# Tossing Coin Expected Value Against Intuition

I have the following two coin toss games:

Game 1: A and B tosses a coin. At first the coin is unbiased. Through the game, if heads comes A wins and game stops. If tail comes, the coin is swapped with another coin which is biased such that the probability of heads showing up becomes 1/3 and game continues. For kth turn the probability of heads showing up is 1/(k+1), if tails comes the coin is swapped with another biased coin for which probability of heads showing up becomes 1/(k+2). What is the expected value of number of turns in which the game ends ie. heads shows up.

Game 2: The game is same, but the biases of coins are different. This time, for kth turn, if probability of heads is 1/(2^k), the next turn it is 1/(2^(k+1)). So it goes 1/2, 1/4, 1/8, 1/16, … .What is the expected value of number of turns in which the game ends.

After calculating I found the expected value in game 1 as divergent, and in game 2 as smaller than 2 which feels very counter-intuitive since A seems to be have a greater chance of winning in game 1.

So my question is what does a divergent expected value actually mean and do you think I made a mistake with the calculations or does the problem really act against intuition.

Some quick calculations, to showcase (presumably) what the OP has done.

For the first game, the probability that the game ends on the $$k$$th turn is $$\frac{(k-1)!}{(k+1)!}=\frac{1}{k(k+1)}$$. Thus when $$X$$ is the number of turns, $$E(X)=\sum_{i=1}^\infty\frac{1}{i+1}=\infty$$ which is known to diverge.

For game two, the probability that the game ends on the $$k$$th turn is strictly less than $$\frac{1}{2^k}$$ (well, equal for $$k=1$$, but strictly less otherwise). Thus when $$X$$ is the number of turns, $$E(X)<\sum_{i=1}^\infty \frac{i}{2^k}=2$$

as you said.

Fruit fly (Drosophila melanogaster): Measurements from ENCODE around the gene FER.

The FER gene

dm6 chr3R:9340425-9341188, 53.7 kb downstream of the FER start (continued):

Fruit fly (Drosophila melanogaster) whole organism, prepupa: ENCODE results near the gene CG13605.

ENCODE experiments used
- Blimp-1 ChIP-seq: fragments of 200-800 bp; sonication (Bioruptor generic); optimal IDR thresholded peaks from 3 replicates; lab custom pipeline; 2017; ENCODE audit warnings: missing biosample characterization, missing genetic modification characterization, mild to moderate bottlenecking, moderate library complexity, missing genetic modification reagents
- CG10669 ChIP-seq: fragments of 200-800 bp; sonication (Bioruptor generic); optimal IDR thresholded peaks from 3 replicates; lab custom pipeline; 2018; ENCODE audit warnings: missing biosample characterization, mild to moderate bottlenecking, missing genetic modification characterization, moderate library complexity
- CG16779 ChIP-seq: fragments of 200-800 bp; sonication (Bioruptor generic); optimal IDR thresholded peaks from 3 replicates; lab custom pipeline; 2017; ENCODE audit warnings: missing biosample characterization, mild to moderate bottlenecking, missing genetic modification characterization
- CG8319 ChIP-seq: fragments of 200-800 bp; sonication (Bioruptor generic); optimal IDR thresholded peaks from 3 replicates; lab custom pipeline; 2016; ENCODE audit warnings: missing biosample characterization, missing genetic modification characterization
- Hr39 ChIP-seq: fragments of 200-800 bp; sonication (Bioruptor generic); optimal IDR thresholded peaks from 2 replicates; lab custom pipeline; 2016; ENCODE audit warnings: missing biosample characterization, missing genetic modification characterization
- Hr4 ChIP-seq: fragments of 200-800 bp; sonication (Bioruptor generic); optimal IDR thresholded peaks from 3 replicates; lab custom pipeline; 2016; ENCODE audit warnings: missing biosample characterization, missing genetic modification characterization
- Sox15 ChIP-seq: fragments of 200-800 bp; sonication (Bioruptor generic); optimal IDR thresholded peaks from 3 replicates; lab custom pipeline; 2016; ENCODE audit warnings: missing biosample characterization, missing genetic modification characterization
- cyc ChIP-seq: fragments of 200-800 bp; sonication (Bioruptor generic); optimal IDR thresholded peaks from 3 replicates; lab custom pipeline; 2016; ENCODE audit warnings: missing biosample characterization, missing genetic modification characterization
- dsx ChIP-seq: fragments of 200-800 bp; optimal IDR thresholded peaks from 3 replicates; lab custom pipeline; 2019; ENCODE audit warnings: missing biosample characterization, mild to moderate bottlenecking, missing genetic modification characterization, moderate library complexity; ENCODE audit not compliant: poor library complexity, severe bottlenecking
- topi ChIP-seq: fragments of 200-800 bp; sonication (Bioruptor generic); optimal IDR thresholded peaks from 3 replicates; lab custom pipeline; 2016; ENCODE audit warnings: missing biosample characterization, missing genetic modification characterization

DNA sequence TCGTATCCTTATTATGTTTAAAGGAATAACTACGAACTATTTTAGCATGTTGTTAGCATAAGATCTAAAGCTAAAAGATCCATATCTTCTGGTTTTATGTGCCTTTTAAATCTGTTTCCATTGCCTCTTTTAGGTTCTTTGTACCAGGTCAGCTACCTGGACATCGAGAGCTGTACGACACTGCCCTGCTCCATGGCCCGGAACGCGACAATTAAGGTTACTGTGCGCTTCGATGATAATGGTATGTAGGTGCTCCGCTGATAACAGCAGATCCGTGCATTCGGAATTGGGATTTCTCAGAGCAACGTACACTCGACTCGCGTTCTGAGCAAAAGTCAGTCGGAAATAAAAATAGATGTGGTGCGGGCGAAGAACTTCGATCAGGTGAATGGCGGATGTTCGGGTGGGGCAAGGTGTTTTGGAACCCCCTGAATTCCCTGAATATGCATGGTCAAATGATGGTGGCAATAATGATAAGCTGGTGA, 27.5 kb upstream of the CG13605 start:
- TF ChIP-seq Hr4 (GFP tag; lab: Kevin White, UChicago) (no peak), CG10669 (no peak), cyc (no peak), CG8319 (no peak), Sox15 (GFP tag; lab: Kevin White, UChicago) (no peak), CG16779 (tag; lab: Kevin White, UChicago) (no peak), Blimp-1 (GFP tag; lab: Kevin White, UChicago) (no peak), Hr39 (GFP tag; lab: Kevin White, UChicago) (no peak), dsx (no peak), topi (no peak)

Now why is this?

Well, think about what we assumed. We assumed that the game would end. In 1, the probability that the game lasts at least $$k$$ moves is $$\frac{1}{k}$$ so the game has to end. But for game 2, the probability that the game lasts forever is...

$$\prod_{i=1}^\infty\frac{2^i-1}{2^i}\approx 0.288$$

(Oh and an OEIS for this product too, because why not?)

Thus, the second game actually has a chance that you'll never finish! What does this tell you about the calculated expected probability?

• So game 1 has to end with divergent expected value. At first, I thought, since expected value is divergent the game probably wouldn't end but that's obviously wrong as it has to end. What does the divergence of an expected value mean? – Stefan M. May 21 at 14:49
• Whoops, sorry for taking so long to reply. Divergent expected value simply means that the game will take, on average, forever to finish. That is to say, if you play the game over and over again, the average of the length of your games will increase without bound. Contrast this with rolling a die until you get 1 -- even if you play a trillion games, the average length of each game will still be around 6. Or against your second game -- it's possible that you only ever play three games, and your third game takes forever, thus instantly making the "average" infinity. – auscrypt May 21 at 15:26
• See this answer for a proof that the constant 0.288... is irrational. – Yuval Filmus May 21 at 15:36
• Wait a minute. Are you saying the second game has finite mean length (less than $2$) and a non-zero probability of lasting forever? That doesn't seem right, but maybe I misunderstood something. – Ned May 21 at 17:45
• Given that the second game terminates, the expected length is less than 2, otherwise the game goes on forever. Without the given, the expected length is “infinity” because as long as there is a nonzero chance of a game lasting forever, the expected length is infinite. Conditional expected probability is weird yeah. – auscrypt May 22 at 5:21